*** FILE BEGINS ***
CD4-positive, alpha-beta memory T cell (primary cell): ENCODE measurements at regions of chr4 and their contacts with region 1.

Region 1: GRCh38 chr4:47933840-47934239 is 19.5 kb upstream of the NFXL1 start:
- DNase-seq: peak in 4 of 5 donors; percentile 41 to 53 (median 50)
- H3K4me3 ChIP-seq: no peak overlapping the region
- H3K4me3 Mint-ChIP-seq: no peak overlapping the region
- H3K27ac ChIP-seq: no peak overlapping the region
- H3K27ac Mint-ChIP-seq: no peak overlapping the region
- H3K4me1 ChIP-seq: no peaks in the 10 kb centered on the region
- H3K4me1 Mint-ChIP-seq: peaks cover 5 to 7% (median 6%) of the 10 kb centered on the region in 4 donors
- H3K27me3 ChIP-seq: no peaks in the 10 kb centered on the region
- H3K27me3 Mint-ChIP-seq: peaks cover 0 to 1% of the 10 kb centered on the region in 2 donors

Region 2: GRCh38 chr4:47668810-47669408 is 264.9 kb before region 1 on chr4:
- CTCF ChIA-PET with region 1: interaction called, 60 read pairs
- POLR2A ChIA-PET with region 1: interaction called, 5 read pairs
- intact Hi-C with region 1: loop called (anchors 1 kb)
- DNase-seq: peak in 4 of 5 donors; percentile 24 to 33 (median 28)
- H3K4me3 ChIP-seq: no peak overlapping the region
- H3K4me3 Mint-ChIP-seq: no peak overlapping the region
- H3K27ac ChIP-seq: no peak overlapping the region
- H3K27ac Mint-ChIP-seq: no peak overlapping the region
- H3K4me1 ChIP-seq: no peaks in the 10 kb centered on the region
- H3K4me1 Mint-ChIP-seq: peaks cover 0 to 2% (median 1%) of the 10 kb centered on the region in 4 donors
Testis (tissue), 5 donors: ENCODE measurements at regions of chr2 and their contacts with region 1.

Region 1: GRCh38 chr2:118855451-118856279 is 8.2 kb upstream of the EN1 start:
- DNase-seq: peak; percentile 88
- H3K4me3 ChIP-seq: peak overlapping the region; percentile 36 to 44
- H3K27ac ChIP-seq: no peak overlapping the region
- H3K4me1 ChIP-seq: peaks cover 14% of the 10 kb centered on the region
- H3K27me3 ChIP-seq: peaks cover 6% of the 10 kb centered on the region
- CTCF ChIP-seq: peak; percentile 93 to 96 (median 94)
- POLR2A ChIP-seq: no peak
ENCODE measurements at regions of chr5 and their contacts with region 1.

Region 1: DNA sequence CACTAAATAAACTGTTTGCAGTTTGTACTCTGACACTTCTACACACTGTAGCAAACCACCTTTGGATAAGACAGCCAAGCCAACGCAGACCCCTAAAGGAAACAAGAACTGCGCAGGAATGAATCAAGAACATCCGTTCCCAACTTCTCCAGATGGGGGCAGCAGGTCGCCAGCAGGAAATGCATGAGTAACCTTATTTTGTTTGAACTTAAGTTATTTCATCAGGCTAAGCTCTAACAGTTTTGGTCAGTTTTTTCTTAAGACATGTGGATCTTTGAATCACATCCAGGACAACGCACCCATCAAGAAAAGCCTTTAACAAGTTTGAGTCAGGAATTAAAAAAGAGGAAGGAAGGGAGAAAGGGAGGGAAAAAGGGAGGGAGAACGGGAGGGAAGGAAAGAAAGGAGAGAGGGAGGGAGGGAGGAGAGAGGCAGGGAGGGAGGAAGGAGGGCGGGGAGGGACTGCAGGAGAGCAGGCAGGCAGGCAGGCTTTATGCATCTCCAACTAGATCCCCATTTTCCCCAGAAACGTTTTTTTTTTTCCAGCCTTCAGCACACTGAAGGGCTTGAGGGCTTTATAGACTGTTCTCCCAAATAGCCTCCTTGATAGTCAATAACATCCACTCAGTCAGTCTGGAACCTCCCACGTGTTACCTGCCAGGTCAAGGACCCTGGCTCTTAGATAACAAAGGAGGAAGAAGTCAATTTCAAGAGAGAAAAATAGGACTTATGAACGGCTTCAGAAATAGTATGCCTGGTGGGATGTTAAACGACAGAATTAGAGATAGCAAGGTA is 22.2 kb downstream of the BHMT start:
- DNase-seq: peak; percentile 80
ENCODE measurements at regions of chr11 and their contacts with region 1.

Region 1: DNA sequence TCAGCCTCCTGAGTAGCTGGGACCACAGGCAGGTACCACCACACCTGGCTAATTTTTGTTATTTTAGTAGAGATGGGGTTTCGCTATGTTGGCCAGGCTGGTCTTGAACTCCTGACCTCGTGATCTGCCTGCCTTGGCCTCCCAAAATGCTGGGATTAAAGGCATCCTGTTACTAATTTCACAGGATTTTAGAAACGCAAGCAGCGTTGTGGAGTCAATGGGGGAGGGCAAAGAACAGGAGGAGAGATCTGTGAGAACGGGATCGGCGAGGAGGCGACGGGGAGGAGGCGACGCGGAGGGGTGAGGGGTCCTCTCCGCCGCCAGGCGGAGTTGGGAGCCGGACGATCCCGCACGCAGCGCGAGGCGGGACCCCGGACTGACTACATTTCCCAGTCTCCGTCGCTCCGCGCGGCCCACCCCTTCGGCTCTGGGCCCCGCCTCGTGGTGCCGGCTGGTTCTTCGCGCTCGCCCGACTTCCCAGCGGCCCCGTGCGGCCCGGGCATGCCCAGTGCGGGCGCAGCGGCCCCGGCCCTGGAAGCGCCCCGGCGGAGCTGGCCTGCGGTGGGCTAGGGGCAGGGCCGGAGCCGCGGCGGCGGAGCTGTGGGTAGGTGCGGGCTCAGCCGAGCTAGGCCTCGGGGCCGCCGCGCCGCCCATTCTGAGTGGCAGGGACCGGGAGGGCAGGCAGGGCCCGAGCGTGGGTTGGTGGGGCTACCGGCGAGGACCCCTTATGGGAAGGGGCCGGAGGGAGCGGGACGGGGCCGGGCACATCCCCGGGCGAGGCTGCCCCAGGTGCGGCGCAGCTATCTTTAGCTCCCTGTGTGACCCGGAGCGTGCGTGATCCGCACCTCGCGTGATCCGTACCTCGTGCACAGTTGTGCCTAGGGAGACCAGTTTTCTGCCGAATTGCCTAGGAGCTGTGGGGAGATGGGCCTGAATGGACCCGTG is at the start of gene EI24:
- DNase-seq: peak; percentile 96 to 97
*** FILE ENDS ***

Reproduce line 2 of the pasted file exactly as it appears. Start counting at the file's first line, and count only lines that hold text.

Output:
Region 1: GRCh38 chr4:47933840-47934239 is 19.5 kb upstream of the NFXL1 start: